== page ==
Emory Law Journal


Andrea Galvez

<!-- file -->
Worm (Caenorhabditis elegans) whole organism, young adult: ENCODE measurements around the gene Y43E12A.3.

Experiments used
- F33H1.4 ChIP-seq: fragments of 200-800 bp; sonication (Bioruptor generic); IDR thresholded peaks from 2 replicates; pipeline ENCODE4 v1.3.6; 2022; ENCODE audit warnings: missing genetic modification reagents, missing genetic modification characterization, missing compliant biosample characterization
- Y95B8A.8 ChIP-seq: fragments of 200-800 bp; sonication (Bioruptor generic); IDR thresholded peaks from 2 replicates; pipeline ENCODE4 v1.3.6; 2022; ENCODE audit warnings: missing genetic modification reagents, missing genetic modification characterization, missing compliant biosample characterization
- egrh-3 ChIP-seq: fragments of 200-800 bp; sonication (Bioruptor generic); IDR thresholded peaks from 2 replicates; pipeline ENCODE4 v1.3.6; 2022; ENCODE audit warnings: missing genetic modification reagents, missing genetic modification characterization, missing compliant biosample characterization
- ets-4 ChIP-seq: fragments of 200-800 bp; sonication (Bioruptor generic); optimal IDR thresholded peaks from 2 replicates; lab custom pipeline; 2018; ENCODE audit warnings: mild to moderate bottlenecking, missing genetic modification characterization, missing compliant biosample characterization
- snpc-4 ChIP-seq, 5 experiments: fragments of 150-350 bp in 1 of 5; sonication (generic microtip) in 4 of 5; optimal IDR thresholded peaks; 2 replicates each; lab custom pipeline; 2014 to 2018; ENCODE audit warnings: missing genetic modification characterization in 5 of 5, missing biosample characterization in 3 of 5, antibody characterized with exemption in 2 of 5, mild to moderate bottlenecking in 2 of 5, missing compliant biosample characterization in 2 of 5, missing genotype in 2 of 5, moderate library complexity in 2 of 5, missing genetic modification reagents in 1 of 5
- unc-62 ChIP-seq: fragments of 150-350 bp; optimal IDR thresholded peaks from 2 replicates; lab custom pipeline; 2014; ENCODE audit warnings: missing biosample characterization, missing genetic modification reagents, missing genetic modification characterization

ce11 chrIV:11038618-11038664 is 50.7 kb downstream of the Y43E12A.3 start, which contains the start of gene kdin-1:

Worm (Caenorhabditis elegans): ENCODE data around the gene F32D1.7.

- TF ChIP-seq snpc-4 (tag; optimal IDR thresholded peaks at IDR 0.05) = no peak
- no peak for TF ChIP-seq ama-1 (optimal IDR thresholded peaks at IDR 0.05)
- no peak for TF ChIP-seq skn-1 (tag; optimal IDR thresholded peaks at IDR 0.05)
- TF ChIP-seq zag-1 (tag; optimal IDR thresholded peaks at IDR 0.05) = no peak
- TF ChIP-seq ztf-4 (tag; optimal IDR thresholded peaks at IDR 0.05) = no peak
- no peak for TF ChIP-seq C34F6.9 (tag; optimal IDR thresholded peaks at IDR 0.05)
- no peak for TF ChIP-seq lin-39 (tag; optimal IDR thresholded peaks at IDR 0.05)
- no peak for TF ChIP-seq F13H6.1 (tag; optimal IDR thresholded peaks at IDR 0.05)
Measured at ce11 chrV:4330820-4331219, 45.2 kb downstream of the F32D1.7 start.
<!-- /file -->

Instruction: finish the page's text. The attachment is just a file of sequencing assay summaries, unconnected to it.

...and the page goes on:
Courts have historically struggled to consistently consider extrinsic evidence of animus and bias in immigration cases. In two key cases concerning challenges to restrictive immigration policies of the Trump Administration—Trump v. Hawaii and DHS v. Regents of the University of California—the Supreme Court shied away from considering numerous examples of former President Trump’s discriminatory rhetoric and public comments of religious and racial animus that would challenge the constitutionality of the policies. Instead, the Court invoked the historically prominent deference to the executive branch’s immigration power and to the interest in national security. However, the Court’s quick dismissal of extrinsic evidence of biased comments departs from compelling legal precedent. In multiple previous cases concerning immigration and other matters, courts have looked beyond the record at public statements made by high-ranking government officials involved in the promulgation of policies that became the subject of legal challenges. Thus, courts’ inability to consider extrinsic evidence of animus stemming from former President Trump exposes a weakness in the existing legal analytical framework and suggests the need for an alternative test. Deference to national security should not justify excluding entire categories of evidence that may reveal the unconstitutionality of an immigration law. To address these shortcomings, this Comment proposes a new factors test to assist courts in considering how much weight to give to external statements of bias and animus in immigration cases. Courts should weigh five key factors: (1) the identity of the speaker, (2) the temporal proximity between the biased statement and the challenged government action, (3) the scope of the statement’s entry in the public sphere, (4) the frequency of the statements, and (5) whether a reasonable observer would view the government action as enacted because of animus toward a particular protected class. In a post-Trump era where unbridled political rhetoric has been normalized, use of this new test will allow courts to deal with overt statements of bias more consistently and avoid upholding discriminatory immigration policies under the guise of national security.

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